China Links

Courtesy of Sinocism: After 20 Years of ‘Peaceful Evolution’, China Faces Another Historic Moment – Damien Ma – International – The Atlantic – Supreme Court Backs Privacy Rights in GPS Case – WSJ.com – a win for privacy// The Supreme Court ruled Monday that police must obtain a warrant before attaching a GPS tracker to

Latest posts


IMF warns on OZ bank capital

Yesterday it was Moody’s shaking the Australian bank’s tree, today it is the IMF. Something is in the air… From the OZ A study by the International Monetary Fund is urging Australian banks adopt tougher capital requirements in case of a collapse in the country’s property market. “Combining residential mortgage shocks with corporate losses expected


Unpaid bills spike

Dun & Bradstreet (D&B) have just released their quarterly Trade Payments Analysis, which examines the ability of firms to pay their bills, and pay them on time: …during the December quarter last year, the number of bills left unpaid for 90 days or more grew 20 per cent compared with 12 months ago. While overall


The Australian dollar is going higher

Yesterday Alan Kohler wrote that the Aussie is being bouyed by people using the euro as a funding currency. Last night Nouriel Roubini wrote a piece that said notions of the euro as a funding currency are bunkum. I tend to agree more with Professor Roubini than Mr Kohler but as I wrote back on


Toyota means bailout

The Herald Sun says it’s a crisis. The Age sees 40,000 jobs at risk. The AFR warns of a permanent decline: Toyota’s future as a manufacturer in Australia depends on the company hanging onto its crucial Middle East export markets and a return to international competitiveness, possibly through a lower Australian dollar. Toyota Australia chief executive


Market Morning

Just as I write this post, news came in that a Greek debt deal (for unsecured private bondholders) was rejected by EZ finance ministers. Risk markets were mixed last night, with the US dollar falling, gold rising alongside a resurgence in commodities, whilst Euro bourses put on gains, the US market is flat as a


IMF’s Lagarde on 2012

In the lead up to the World Economic Forum in Davos, Switzerland the Managing Director of the International Monetary Fund, Christine Lagarde, gave a speech in Berlin yesterday in which she discussed “the economic challenges in 2012, and a possible policy path for global cooperation to restore confidence and growth” A video version of this speech is


Data for the Week

The local corporate earnings season officially starts today, with GUD and Oil Search kicking off the ASX200 companies. This will turn into an avalanche of reports as February rolls on. A reminder to foreign MacroBusiness readers that Australia Day will be celebrated on Thursday locally as a public holiday. The focus on local data will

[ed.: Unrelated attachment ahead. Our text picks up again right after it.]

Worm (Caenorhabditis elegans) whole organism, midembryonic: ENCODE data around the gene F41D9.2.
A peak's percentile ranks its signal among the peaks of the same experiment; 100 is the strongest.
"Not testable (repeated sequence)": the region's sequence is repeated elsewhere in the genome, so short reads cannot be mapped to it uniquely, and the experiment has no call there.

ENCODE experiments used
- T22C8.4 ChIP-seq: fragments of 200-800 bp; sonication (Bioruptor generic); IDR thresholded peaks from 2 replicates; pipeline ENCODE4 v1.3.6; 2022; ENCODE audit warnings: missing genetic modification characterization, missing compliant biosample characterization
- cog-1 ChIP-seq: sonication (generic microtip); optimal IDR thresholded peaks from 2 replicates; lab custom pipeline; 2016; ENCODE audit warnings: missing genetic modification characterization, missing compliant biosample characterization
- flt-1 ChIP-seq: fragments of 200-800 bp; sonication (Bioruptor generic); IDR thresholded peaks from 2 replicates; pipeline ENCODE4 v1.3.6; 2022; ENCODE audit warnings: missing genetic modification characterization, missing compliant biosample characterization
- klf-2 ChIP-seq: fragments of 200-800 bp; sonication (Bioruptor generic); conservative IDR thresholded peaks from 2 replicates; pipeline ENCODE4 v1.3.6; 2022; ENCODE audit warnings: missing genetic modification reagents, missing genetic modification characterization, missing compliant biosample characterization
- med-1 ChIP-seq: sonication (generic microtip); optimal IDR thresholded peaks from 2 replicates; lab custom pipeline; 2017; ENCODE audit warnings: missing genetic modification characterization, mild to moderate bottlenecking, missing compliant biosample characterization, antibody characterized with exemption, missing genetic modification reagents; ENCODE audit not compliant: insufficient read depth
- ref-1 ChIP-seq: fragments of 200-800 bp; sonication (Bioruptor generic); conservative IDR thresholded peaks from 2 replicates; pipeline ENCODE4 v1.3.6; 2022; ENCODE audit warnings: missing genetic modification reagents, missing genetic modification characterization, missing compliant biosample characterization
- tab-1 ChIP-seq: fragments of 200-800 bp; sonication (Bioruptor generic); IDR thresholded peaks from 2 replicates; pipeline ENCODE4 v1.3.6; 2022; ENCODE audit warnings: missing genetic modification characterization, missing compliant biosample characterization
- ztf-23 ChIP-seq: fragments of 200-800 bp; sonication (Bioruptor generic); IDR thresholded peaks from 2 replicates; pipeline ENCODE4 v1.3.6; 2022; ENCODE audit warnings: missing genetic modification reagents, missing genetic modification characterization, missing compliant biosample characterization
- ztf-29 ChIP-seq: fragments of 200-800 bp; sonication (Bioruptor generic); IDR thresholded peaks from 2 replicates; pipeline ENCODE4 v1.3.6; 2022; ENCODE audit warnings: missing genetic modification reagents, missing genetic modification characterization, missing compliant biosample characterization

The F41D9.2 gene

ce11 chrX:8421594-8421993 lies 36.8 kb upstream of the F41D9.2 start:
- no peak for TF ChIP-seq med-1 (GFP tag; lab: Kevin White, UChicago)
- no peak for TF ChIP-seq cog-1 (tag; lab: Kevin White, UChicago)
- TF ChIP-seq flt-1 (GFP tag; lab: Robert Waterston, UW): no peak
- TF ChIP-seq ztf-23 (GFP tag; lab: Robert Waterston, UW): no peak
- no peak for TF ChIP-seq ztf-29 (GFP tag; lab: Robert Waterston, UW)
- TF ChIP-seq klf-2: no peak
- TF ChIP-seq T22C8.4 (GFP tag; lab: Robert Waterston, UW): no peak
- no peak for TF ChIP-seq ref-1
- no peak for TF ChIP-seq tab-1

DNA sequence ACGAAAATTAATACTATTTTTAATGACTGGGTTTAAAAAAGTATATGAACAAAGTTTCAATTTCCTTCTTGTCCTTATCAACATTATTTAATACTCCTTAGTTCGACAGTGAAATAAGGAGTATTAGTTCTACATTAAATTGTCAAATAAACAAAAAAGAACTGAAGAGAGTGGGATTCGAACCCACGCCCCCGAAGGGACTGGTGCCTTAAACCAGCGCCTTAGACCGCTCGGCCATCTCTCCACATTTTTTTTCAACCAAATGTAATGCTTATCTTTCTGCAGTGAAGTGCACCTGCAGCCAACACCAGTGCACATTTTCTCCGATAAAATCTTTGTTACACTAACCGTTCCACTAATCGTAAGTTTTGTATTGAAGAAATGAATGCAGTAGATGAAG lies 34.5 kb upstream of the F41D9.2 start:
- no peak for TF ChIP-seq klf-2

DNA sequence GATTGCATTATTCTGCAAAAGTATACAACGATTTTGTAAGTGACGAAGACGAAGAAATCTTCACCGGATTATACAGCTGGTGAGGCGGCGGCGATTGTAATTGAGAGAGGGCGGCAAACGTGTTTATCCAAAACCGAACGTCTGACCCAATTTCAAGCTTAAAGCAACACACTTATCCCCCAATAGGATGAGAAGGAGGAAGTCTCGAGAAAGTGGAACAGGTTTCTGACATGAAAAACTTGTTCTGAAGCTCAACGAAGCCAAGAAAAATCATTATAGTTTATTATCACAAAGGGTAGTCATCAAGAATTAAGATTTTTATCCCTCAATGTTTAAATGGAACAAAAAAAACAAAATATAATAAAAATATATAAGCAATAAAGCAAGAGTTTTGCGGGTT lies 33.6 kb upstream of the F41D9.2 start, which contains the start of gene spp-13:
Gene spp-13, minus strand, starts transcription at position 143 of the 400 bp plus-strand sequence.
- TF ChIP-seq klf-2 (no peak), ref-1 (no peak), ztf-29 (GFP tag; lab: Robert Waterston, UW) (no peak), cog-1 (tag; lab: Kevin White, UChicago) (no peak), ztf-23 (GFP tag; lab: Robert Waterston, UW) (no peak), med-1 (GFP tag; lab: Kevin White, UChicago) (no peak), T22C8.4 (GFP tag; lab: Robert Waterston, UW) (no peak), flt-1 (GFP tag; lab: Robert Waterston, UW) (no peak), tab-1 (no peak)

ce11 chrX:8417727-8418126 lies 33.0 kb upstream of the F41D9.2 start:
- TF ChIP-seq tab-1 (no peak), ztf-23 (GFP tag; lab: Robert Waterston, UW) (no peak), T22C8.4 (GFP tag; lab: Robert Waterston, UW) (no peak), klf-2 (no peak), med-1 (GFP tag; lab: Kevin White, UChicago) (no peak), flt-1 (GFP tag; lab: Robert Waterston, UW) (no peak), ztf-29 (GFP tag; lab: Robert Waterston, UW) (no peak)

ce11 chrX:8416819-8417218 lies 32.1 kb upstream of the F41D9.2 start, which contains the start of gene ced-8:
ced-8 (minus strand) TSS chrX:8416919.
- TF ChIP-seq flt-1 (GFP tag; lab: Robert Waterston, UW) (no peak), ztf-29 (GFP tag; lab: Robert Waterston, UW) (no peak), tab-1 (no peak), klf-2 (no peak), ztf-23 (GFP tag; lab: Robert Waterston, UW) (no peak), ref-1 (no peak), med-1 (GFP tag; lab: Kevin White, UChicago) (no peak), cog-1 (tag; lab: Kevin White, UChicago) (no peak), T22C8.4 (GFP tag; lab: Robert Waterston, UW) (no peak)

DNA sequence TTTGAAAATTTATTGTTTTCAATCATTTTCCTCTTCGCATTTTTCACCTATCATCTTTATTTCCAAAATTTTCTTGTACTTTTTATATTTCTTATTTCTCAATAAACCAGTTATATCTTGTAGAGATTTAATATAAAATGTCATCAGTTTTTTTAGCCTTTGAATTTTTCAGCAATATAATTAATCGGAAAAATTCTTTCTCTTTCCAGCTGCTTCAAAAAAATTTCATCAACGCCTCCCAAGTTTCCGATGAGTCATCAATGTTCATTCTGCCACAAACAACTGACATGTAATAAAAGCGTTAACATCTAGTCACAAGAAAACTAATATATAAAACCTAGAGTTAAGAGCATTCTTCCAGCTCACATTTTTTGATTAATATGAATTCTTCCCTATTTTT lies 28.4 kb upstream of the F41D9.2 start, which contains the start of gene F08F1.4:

Defending the bubble

In March 2011, HSBC’s chief economist, Paul Bloxham, made the following claims in relation to Australia’s housing bubble: Without some reversal of these structural changes [lower interest rates, better-anchored inflation expectations, and increased availability of housing credit] – which is a virtual impossibility – we do not expect Australian housing prices to fall. Indeed, we


Moody’s isn’t finished

There have been some signs of stabilisation in bank funding costs in the past few days. Big bank CDS prices have fallen materially to 142bps and the CBA’s spreads have tightened on CBA’s recent monster local issue of covered bonds. Yet, yesterday I mentioned that Moody’s had whacked the Bank of Queensland with a downgrade


Australia is still selling the farm

ABARES’s recently released report into Foreign Investment in Australian Agriculture caused quite a political and media stir.  There is a good reason for this.  The report adds a hatful of data and analysis to an important macroeconomic debate. There wasn’t a lot of new news in the report, given that the ABS began its survey of


January 24 Links

  Global:  Complacency risks rising – Markets are ignoring the warning signs (Zero Hedge) IMF’s Lagarde sounds alarm over Europe – Wall Street Journal Text of Lagarde’s Speech – IMF IMF chief unveils Euro plan and warns of 1930s moment – The Telegraph Global markets edge higher on hopes for Greek deal – The Telegraph


Trading Day

The S&P/ASX 200 Index slipped again today, starting the week slowly and on very low volume, with mainly positive leads from other Asian markets. The bourse finished down 14 points or 0.3% at 4225 points: As I explained this morning, the market needs to clear the 4300 area (the upper breakout of the symmetrical triangle


Time for a euro bounce?

As we all know, the euro has been under pressure again lately, as well it might, given moribund politicians and problems with Club Med (PIIGS as we call them now). But for me, one of the main themes this year may divergence between markets and economics. That is is possible is no surpsie for those of us


The BoQ warning

Back in October last year I noted that the Bank of Queensland (BoQ) had been placed on negative watch by Moody’s Investors Service. On Friday of last week Moody’s finalised that watch with a downgrade: Moody’s Investors Service has downgraded the ratings of Bank of Queensland Limited (“BoQ”) by one notch, upon conclusion of its